Photos for January Stones and April PAD 2012 property of M J Dills (exception 1/16)

Friday, June 6, 2014


Music was a huge influence in my parents’ lives. They danced; they sang. My mother and her brother participated in Dancethons in California, when they both lived there, he in the military in Wilmington and she building stealth gliders.
Jo Stafford’s I’ll Be Seeing You, along with every other young American in love during the war, was my parents’ song. My dad was too old for the service (b 1905) but he made good money tending bar and that’s how he met my mother. When she left California with a broken heart, she never intended to be swept off her feet by a handsome bartender in Seattle, sixteen years her senior. They were married three weeks after meeting; a marriage that lasted 42 years.
They loved to dance and I have fond memories of singing hits of the 40’s with extended family, gathered around the piano while mom tickled the ivories. I think a lot of people left a hunk of their heart in that decade. They lost so much.
Soldiers and sailors were everywhere. Seattle was a port and young men, some who lied about their age to enlist, were shipping out at Bremerton.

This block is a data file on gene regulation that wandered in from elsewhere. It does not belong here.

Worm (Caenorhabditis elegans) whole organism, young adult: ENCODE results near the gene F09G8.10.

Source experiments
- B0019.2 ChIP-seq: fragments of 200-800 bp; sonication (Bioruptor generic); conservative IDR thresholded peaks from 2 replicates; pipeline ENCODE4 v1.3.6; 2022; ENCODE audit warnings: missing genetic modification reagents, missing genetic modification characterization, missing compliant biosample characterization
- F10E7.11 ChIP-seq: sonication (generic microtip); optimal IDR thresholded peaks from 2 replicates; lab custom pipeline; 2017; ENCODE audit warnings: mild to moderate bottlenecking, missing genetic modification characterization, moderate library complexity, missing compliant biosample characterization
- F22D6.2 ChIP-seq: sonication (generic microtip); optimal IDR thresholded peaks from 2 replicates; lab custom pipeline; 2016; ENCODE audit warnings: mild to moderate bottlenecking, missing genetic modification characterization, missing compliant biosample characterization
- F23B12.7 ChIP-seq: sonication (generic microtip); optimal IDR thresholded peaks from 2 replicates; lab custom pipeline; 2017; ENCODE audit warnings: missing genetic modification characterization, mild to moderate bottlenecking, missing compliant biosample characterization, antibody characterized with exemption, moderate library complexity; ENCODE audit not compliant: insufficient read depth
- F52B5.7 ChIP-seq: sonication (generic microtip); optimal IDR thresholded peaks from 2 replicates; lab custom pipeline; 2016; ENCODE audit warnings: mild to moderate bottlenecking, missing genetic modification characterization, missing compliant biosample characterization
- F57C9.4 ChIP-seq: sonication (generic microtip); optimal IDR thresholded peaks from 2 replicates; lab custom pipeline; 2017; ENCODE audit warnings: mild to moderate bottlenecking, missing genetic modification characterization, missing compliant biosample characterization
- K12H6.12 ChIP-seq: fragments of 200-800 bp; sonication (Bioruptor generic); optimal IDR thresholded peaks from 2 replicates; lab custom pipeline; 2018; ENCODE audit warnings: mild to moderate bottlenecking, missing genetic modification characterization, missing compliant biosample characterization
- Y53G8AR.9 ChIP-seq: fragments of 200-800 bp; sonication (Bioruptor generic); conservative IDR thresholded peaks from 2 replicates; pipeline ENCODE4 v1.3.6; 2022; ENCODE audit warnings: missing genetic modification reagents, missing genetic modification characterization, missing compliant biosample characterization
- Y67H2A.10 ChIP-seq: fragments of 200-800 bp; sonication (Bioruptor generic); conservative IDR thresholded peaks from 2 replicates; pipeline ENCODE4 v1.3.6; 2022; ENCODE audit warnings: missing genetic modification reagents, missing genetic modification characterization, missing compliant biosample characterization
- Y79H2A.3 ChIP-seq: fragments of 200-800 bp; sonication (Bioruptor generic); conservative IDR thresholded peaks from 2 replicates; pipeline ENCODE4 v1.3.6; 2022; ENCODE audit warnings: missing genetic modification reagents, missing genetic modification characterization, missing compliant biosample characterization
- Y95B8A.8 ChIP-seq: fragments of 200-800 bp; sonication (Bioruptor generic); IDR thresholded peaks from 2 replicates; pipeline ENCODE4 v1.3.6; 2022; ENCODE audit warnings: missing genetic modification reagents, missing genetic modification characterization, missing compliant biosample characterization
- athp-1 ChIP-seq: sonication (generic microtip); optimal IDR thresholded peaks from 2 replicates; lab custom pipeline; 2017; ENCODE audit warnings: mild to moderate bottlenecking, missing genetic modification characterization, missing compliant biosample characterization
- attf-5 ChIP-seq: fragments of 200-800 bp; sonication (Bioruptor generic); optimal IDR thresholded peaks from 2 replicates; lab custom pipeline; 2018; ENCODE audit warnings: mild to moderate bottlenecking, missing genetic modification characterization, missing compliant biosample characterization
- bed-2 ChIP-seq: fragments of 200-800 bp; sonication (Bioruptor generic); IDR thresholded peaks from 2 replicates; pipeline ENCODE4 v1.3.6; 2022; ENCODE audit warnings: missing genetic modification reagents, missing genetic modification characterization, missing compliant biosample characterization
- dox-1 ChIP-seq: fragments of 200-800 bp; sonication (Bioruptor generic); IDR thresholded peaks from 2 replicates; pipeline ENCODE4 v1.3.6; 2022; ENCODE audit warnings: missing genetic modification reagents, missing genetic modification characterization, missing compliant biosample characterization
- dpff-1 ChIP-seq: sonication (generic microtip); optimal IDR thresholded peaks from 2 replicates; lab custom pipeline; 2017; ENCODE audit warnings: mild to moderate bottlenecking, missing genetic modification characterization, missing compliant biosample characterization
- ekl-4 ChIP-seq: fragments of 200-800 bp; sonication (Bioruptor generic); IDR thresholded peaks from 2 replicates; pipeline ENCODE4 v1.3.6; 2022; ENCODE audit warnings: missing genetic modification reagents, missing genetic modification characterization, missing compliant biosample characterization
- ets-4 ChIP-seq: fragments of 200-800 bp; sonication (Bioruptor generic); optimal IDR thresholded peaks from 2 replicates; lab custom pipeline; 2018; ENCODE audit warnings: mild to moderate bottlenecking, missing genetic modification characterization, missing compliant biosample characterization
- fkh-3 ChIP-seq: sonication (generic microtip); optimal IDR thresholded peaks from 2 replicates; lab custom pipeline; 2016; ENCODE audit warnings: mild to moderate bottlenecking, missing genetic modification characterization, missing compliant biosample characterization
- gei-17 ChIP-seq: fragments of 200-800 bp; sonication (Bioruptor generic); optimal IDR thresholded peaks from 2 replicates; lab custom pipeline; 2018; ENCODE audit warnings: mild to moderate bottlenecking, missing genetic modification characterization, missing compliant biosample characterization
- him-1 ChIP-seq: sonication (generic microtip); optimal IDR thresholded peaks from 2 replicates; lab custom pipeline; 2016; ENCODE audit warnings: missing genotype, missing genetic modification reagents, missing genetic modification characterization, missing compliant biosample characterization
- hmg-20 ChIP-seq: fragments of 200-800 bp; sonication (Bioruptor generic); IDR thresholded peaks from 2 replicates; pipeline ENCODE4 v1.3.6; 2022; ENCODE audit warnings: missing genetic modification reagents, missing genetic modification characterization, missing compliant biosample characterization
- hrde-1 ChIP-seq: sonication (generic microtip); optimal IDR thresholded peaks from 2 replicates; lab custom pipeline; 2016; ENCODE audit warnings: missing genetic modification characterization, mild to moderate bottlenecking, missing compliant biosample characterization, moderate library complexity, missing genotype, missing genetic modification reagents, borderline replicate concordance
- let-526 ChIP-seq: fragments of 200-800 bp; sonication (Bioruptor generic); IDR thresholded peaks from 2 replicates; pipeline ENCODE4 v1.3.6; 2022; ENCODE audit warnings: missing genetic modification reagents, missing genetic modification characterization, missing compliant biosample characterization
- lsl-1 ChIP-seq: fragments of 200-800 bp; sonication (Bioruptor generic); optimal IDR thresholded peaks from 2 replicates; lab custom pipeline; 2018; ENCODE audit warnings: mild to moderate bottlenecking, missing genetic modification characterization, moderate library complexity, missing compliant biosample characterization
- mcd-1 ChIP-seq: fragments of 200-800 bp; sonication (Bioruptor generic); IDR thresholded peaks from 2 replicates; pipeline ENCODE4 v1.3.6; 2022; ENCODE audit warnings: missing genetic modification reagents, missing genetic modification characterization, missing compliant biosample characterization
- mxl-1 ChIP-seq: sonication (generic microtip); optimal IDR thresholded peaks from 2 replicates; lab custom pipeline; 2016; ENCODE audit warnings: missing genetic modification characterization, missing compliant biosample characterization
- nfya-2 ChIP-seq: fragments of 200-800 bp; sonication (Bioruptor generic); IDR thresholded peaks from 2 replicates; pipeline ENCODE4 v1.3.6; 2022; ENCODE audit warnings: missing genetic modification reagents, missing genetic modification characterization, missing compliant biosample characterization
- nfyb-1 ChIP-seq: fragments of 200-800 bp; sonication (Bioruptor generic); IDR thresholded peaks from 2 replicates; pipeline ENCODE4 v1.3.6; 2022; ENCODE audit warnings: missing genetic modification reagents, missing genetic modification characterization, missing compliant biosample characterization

There were many restaurants and clubs in Seattle, including the Black and Tan (12th and Jackson), where my mom told me the jazz was incredible, the crowd very dark-skinned and the atmosphere never boring. She said famous people, Duke Ellington, Charlie Parker, Lionel Hampton played there and toured up and down the coast. The Town Ranch (at 8th and Pine) was one of their favorite spots and they frequented John Q Public, which is where this photo was taken in the spring of 1944. Pictured with my parents are three young boys who were shipping out the following day. The child on the left called himself Johnny Angel. My mom said he couldn’t have been over 16, maybe younger.
When I think of D-Day, I always picture these three sailors, getting pickled with my parents the night before they boarded ship to go win a war. Normandy was a slaughter, as we know. There was an estimate of 4,500 allied soldiers who died that day; 10,000 more casualties.
Give a listen to Jo Stafford to take you back to a different time.
May all our sweet young boys rest in peace. Thank you to all who have served.

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